"If it were my son," said a nurse who looked hardly older than the tall lanky 17 year old she was referring to, "I'd wake him up about four hours after he goes to sleep.... you know, make sure he is acting all right."
"Acting all right for being woken up in the middle of the night, you mean?" I asked, and she laughed.
"Well, yeah, he will be sleepy, of course. "
So she brought in a wheelchair for Sean -- it was a measure of how he felt that he didn't protest at all about the wheelchair, unlike last summer when he didn't see why he couldn't walk out of the hospital after an outpatient endoscopy.
Altogether, Friday was a rough night for Sean's football team in the rivalry game against the team from the other side of the mountain. It wasn't just Sean with a concussion, taped to a board and transported 50 miles to the nearest hospital by ambulance. One of his buddies and teammates got a fractured ankle and another one ended up in the hospital for two nights with a bruised kidney. That ends the season for all three of them.
We got home at almost 2 am Saturday morning. Aidan threw up on the way home, giving the trip that fuzzy (and slimy) nightmarish feeling that you'll be driving through the darkness next to your (bravely but grimly) miserable and messy kid for the rest of eternity. Then Kevin woke up throwing up the next day. All in all, not the happiest times for the clan.
Sean still has a massive headache and is prohibited from playing or working out until at least a week after he is symptom-free. If you want to know more about concussions, check out my friend Chari's post with lots of links. The newly recognized danger is of secondary concussions. A couple of weeks ago, a kid in a nearby school collapsed and was brought into the hospital for emergency brain surgery. He is the best friend of an old teammate of Sean's. He had gotten a blow to the head the week before but had apparently not told his parents or coaches that he was having headaches. He kept practicing and played the next game and that was where he got hurt again.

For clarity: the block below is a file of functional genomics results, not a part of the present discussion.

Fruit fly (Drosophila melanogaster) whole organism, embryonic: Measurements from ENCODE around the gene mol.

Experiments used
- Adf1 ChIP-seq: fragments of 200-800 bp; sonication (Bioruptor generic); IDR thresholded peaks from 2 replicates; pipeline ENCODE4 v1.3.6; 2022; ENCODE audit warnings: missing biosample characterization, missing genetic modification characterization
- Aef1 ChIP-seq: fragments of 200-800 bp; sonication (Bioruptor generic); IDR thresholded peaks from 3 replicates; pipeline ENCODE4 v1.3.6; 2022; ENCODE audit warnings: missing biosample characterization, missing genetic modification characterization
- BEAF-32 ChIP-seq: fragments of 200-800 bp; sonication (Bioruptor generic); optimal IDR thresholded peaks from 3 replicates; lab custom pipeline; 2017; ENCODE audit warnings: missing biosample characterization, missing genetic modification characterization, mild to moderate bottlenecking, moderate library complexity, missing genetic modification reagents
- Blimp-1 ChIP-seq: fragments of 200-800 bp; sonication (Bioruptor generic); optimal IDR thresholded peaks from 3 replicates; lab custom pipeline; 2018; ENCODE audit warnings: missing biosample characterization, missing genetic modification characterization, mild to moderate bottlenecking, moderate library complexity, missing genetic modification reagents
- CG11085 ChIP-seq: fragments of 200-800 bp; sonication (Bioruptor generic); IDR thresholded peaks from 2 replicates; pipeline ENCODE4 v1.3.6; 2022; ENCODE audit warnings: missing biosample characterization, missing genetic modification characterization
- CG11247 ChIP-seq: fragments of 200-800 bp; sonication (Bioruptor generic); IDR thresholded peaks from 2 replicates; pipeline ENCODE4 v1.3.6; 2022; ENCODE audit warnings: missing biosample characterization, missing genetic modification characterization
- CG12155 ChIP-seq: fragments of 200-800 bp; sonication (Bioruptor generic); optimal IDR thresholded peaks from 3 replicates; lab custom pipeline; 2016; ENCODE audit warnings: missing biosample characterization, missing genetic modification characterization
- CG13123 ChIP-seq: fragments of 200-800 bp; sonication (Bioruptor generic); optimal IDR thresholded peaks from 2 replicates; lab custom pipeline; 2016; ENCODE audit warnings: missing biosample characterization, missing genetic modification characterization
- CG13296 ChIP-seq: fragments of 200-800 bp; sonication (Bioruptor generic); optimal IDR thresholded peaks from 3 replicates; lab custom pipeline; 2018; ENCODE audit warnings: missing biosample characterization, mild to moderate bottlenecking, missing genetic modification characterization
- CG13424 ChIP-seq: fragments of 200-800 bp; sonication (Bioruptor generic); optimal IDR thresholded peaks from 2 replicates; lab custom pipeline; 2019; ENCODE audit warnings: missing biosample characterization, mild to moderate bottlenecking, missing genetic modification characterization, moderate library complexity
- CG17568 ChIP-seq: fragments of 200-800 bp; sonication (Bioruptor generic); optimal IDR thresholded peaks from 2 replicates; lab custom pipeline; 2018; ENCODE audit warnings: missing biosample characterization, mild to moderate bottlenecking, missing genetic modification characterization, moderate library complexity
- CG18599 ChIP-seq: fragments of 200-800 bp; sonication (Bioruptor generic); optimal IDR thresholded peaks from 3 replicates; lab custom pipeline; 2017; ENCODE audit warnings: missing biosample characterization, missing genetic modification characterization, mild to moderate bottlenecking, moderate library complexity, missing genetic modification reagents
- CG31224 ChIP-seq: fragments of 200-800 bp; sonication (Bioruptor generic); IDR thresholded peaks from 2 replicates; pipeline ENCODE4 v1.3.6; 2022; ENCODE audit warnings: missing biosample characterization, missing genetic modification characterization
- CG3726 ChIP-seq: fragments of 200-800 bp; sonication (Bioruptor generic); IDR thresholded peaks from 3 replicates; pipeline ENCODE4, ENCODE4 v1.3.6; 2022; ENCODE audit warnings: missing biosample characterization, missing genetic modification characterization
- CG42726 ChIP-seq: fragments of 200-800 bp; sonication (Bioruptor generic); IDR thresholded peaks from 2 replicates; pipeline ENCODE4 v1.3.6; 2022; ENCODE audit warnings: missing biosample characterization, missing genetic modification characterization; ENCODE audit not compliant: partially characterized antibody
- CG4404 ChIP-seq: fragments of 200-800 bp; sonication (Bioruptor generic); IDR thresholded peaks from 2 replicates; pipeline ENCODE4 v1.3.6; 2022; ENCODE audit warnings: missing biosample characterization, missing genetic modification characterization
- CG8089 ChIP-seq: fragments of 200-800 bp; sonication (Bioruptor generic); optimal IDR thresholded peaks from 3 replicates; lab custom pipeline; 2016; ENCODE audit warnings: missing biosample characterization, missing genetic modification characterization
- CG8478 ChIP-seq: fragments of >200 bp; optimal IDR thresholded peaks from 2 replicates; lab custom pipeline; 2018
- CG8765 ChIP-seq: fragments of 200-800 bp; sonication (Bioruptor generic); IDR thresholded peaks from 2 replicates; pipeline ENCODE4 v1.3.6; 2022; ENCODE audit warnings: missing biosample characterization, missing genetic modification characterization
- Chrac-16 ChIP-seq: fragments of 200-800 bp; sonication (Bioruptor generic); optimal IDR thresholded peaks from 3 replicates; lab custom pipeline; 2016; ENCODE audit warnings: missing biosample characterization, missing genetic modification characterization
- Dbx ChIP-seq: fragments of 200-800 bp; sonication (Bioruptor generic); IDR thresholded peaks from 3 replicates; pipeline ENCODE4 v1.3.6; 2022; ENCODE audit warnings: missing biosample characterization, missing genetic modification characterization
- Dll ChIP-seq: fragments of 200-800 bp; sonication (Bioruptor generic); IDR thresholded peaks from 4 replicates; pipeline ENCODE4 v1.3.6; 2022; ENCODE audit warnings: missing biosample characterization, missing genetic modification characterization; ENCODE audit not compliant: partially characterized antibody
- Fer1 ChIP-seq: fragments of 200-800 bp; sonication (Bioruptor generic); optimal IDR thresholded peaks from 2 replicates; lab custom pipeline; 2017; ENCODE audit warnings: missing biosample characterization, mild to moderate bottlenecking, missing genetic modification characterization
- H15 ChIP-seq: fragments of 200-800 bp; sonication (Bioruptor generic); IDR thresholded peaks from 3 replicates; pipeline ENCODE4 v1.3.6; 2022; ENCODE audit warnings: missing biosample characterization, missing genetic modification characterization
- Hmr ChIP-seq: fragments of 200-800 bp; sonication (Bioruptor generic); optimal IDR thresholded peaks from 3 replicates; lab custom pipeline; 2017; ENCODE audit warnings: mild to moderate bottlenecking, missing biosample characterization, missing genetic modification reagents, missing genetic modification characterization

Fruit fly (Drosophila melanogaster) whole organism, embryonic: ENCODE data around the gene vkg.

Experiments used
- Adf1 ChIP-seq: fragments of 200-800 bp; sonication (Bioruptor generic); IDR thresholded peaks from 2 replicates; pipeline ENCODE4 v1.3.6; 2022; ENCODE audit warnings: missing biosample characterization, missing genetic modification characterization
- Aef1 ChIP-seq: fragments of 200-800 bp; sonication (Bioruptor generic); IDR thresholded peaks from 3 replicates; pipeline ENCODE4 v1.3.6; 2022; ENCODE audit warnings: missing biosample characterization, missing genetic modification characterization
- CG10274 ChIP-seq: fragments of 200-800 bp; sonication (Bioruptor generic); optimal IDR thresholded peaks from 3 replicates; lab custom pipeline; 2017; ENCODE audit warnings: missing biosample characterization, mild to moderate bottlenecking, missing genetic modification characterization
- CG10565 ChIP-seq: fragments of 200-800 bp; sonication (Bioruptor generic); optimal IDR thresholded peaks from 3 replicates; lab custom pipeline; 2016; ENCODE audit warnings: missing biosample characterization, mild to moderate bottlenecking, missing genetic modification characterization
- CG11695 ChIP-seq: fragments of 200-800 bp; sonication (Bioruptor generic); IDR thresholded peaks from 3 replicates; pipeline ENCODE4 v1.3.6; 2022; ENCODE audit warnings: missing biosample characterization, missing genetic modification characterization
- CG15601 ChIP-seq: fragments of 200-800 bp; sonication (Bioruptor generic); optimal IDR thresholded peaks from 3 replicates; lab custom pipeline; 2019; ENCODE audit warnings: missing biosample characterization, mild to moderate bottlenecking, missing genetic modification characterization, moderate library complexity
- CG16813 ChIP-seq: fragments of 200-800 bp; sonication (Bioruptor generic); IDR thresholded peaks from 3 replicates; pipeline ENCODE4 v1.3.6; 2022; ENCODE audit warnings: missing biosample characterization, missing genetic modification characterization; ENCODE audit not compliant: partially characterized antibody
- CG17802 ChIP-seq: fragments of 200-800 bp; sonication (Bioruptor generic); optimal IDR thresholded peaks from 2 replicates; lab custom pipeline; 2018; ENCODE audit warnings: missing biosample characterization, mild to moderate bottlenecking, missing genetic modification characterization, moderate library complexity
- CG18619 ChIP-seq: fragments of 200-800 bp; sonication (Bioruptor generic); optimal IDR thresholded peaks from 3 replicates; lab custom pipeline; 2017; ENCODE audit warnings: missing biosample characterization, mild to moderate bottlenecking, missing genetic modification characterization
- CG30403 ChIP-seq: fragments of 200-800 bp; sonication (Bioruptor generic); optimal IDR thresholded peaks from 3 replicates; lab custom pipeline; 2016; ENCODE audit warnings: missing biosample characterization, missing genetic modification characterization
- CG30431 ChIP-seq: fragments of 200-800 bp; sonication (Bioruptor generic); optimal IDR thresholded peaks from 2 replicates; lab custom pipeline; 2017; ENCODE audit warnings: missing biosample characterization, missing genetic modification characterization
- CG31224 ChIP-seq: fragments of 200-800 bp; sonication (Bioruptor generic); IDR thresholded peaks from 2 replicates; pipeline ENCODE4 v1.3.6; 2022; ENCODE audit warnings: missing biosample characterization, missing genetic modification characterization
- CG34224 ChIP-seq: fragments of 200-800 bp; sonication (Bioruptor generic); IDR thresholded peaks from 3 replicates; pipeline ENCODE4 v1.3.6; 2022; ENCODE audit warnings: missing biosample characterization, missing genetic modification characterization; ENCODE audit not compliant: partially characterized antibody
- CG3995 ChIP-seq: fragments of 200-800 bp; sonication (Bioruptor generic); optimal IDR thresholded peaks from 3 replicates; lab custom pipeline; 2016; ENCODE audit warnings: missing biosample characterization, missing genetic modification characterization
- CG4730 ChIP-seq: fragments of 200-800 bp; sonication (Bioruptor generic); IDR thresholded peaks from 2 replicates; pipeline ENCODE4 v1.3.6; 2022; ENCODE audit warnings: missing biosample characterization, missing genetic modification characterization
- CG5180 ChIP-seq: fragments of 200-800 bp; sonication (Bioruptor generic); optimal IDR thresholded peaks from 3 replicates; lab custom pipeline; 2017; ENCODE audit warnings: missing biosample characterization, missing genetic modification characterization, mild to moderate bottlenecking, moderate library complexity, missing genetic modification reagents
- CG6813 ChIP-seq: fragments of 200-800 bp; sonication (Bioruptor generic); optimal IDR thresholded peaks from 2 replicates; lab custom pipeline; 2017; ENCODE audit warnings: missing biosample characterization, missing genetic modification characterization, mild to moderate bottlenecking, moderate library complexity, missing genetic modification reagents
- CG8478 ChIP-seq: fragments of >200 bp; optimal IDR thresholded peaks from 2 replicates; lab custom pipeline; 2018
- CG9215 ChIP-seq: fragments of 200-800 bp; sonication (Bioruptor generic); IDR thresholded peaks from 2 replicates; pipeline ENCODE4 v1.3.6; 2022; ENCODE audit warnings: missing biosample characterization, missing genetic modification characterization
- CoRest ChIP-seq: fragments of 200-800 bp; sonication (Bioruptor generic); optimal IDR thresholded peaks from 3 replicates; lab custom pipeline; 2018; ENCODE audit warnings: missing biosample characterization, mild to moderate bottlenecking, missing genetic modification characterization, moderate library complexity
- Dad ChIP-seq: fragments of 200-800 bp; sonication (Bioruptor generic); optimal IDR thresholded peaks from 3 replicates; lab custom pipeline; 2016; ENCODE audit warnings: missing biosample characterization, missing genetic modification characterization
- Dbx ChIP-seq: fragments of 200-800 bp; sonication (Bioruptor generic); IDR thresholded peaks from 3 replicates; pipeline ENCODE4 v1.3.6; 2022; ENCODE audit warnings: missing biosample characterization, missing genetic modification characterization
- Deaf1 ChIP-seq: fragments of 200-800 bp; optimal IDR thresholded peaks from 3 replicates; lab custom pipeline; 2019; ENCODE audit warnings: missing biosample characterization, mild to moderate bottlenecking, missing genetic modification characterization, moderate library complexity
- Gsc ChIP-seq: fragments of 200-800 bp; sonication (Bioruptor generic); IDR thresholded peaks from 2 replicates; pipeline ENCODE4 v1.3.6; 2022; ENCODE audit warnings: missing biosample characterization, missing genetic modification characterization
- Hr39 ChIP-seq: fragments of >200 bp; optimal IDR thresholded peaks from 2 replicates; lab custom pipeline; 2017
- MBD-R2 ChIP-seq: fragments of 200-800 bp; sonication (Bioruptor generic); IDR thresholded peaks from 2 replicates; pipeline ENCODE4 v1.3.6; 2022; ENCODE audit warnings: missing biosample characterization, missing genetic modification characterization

After the tackle where Sean got the head blow, he went back into the game and kept playing till half-time. We saw the tackle of course, but since he didn't sit out any plays we didn't know he had gotten his bell rung, as they say. During halftime, from what we heard later from him, he was zoning out and one of his coaches noticed and asked if he was OK. What we saw from the stands after half time was Sean coming out looking shaky with one of the coaches talking to him. Then the medic came over and talked to him, then another coach, and then suddenly Sean was lying down on the dirt track with the ambulance (usually there on standby) cruising up next to him. Then of course I went down and Kevin came down right after.
They said, "We're just playing it safe. He's complaining of neck pain, so we'll take him to the hospital for a scan."
Another one said, "That was how football ended for me. Taken out on a stretcher during a highschool game. That was it!"
Another game medic said "We're just playing it safe with his neck. But he's probably got a concussion."
At the ER, Sean said, "It's not my neck. It's my head." Eventually the X-ray and the doctor concurred and we were discharged with warnings about staying out of play until symptoms were good and gone.
Sean's not a big risk-taker, and he didn't go back into the game to be macho. But because he was a bit disoriented from the blow, he probably wasn't using the best judgment about how he was feeling. Also, he knew they needed him to win. That probably didn't help his judgment of the situation either.
I am very grateful he didn't get a second blow while still in the game. That gratitude will easily take me through Thanksgiving even if for some reason I could not think of another thing to be grateful about.